Darren Gilmour cannot fathom how the attitude towards the koala can be so different on each side of this barbed wire fence.
On one side the Brandy Hill Quarry in the NSW Hunter region wants to clear 52 hectares of bushland - which animal conservationists insist is prime koala habitat - to expand operations and increase its production to 1.5 million tonnes per year.
On the other side Landcare wants to create a wildlife corridor on part of Mr Gilmour's 12-hectare property to protect the national icon and its habitat, as well as other native animals.
The number of koalas that rely on the habitat the quarry land provides has put residents and the quarry at odds.
Quarry owner Hanson pointed to six-year-old survey results in its application, which found koalas and their droppings on the site, but there weren't many. A subsequent report said there would likely be a significant impact on the koala.
Frustrated residents dispute the count and say there are between 200 and 400 koalas in the area who rely on an extensive habitat, which includes the quarry land, to survive.
They have posted videos and photos on social media as evidence and there have been more than 30 sightings in recent weeks.
"How is it that Landcare knows this is an issue and wants to protect the habitat and yet the state government is happy to tick the approval box?," Mr Gilmour said.
"When are we going to start listening to the experts? Think of the koalas and the habitat we lost in the bushfires. Koalas need to eat the leaves on certain trees to survive."
The fate of the quarry expansion rests with Federal Environment Minister Sussan Ley and her department.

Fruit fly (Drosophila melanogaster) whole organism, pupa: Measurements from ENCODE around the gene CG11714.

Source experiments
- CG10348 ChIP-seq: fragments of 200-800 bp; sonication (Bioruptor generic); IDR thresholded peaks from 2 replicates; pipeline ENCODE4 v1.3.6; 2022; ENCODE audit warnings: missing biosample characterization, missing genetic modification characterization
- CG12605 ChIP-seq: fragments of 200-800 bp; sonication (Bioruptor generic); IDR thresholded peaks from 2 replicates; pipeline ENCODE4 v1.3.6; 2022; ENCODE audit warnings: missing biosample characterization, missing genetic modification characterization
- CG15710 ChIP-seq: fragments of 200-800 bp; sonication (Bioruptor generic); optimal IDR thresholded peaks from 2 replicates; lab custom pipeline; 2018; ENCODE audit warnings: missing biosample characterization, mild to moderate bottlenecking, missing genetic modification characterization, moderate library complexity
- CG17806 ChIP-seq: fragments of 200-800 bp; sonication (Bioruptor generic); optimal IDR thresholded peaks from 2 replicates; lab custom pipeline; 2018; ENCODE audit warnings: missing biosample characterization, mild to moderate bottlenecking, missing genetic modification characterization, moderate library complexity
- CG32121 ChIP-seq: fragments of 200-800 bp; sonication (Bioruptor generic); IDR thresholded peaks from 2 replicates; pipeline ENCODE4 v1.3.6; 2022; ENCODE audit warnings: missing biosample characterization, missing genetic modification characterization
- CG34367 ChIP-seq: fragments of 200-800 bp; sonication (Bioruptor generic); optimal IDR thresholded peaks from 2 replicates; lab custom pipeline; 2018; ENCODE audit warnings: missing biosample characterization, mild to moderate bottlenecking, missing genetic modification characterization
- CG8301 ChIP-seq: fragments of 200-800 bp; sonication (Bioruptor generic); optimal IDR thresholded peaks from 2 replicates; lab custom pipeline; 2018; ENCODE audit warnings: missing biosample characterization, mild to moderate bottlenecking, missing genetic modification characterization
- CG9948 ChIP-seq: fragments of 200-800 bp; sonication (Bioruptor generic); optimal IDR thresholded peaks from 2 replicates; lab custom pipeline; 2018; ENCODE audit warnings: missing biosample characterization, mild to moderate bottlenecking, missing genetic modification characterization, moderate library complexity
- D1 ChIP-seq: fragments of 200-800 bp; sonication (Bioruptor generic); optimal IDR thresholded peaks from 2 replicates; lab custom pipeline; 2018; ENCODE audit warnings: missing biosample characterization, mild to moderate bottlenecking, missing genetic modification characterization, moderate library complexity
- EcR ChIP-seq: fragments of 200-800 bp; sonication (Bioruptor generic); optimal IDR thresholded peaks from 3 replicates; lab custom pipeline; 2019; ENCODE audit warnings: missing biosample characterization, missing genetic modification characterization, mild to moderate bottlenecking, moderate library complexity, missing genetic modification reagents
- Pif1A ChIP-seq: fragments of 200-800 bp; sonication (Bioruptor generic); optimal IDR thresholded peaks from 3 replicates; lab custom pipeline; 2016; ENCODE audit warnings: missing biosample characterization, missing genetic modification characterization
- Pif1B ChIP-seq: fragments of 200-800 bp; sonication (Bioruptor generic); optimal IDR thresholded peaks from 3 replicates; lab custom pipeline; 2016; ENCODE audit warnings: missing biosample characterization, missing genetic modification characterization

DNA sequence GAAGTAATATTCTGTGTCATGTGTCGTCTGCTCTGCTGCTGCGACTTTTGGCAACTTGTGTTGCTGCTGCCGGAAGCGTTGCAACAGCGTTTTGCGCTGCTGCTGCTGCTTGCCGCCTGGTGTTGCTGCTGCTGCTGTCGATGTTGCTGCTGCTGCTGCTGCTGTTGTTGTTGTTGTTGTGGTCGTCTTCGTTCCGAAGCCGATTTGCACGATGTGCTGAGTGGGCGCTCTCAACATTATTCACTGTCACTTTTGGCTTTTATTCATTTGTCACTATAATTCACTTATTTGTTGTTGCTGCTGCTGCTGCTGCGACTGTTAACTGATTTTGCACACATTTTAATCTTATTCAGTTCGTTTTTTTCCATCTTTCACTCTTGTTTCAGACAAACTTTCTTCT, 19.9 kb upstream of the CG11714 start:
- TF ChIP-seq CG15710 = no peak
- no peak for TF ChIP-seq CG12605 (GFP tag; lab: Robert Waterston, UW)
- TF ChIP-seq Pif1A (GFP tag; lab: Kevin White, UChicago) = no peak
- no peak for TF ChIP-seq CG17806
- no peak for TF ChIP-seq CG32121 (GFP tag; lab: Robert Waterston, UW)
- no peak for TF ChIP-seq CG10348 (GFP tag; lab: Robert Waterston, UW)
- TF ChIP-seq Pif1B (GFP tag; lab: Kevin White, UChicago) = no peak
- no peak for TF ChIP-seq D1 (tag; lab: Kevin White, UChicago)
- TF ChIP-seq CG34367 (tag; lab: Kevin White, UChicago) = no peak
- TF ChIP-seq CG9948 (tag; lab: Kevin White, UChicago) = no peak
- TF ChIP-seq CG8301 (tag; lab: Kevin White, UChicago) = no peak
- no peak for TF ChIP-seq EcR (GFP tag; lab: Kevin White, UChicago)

Residents want Ms Ley to have a current koala survey that's independent, and takes in the population in the area, before she makes a decision.
They have united through a Facebook page called 18 Days to Save Port Stephens koalas, and it has gained more than 1800 supporters in under two weeks.
"This hub of koalas like to move through a large territory and are very active and mobile," page founder Chantal Parslow Redman said.
A decision is expected on September 8.
Supporters protested outside the quarry on Sunday to voice their concerns, while others took to social media to have their say.
"There is a lot of conflicting information about the impact this expansion will have on the koala, and its habitat, and that needs to be cleared up. We need an updated, and independent report," Ms Parslow Redman said.
"A lot can change in six years, we need an accurate picture."
Quarry owner Hanson conducted a 2014 koala survey in August and November as part of the application process and followed that with a targeted koala habitat assessment and survey.
A 2019 report, which was requested by the NSW Department of Planning and Environment, cited December 2014 survey results and said the impact on the koala was "likely to be significant" at a local, state and national level and that "the clearing of 45.8 hectares of koala habitat will adversely affect habitat critical to the survival of the species".
The state government gave the project the green light - and fast-tracked it - not long after a NSW government inquiry, which was chaired by environmental activist and Greens MLC Cate Faehrmann, revealed the koala could be extinct by 2050 without urgent action.
Under a condition of consent, issued by the Independent Planning Commission, the quarry must use buffer lands to "screen the project from the surrounding residential areas and assist in maintaining vegetation and biodiversity values.